Gaius Iulius Verus Maximus, son of Emperor Maximinus Thrax, bears the title of Augustus, although he was officially only Caesar (proclaimed in the first months of AD 236). The authorities in Philippopolis probably flattered the imperial family, since they titled Maximus as Augustus in other inscriptions as well: AE 2006, 1247; AE 2006, 1248; AE 2006, 1251; and IGBulg 1374.
Titus Clodius Saturninus was probably the last governor of Thrace under Emperor Maximinus Thrax, because a milestone with his name was prepared but never used (AE 2006, 1251).
Marcus Aurelius Apollonides, son of Apollodorus, is attested as first archon of Philippopolis also in two inscriptions from Plovdiv - AE 2006, 1247 and AE 2006, 1248. The text of the latter is identical with this one, and AE 2006, 1247 differs only in the name of the provincial governor Simonius Iulianus. Aurelius Apollonides was also archpriest of Philippopolis according to an inscription from Hissar (IGBulg 1476).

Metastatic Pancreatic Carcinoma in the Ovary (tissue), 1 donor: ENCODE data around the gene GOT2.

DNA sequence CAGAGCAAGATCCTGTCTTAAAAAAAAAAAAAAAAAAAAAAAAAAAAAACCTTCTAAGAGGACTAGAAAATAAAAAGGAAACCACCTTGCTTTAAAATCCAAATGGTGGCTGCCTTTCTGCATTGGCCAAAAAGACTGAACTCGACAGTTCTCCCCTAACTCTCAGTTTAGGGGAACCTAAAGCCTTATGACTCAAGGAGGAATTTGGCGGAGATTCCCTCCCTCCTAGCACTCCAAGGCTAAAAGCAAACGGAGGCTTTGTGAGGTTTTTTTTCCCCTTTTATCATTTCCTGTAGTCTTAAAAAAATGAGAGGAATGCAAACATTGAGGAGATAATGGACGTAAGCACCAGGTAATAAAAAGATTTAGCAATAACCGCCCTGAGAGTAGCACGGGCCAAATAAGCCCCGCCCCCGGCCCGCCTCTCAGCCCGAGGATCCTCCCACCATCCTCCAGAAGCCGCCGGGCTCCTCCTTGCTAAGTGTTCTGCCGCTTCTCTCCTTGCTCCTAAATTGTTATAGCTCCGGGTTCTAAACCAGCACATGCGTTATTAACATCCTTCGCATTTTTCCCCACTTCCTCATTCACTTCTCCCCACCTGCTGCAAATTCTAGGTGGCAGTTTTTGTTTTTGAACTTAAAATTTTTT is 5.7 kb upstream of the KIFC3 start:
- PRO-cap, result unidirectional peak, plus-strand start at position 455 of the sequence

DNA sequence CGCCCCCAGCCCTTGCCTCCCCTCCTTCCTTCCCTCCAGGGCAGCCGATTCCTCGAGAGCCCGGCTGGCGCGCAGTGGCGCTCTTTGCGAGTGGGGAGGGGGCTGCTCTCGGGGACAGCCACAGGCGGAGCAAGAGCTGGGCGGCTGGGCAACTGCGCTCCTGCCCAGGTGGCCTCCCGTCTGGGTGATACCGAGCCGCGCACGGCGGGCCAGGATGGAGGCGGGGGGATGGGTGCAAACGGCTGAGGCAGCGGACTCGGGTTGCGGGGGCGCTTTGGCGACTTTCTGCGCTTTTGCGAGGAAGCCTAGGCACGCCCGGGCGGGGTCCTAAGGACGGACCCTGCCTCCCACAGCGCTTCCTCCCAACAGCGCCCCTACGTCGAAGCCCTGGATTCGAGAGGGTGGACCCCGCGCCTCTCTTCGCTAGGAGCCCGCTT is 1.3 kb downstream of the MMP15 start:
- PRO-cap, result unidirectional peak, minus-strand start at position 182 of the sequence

We should mention the use of the verb ὑπερπαίω, attested only in some inscriptions from the territories of Philippopolis and Augusta Traiana dated to the second quarter of the III c. AD, always in the same formula (IGBulg 1510; IGBulg 1564; IGBulg 1565; IGBulg 1566; AE 2006, 1247; AE 2006, 1248). The city authorities, which erected these inscriptions, were probably trying to avoid accusations of dissipation in a period of economic crisis.
The use of inclined letters in Εὐτυχῶς on the last line reflects the practice of approving official documents with hand-written resolution by a higher official below the text (cf. IGBulg 5409).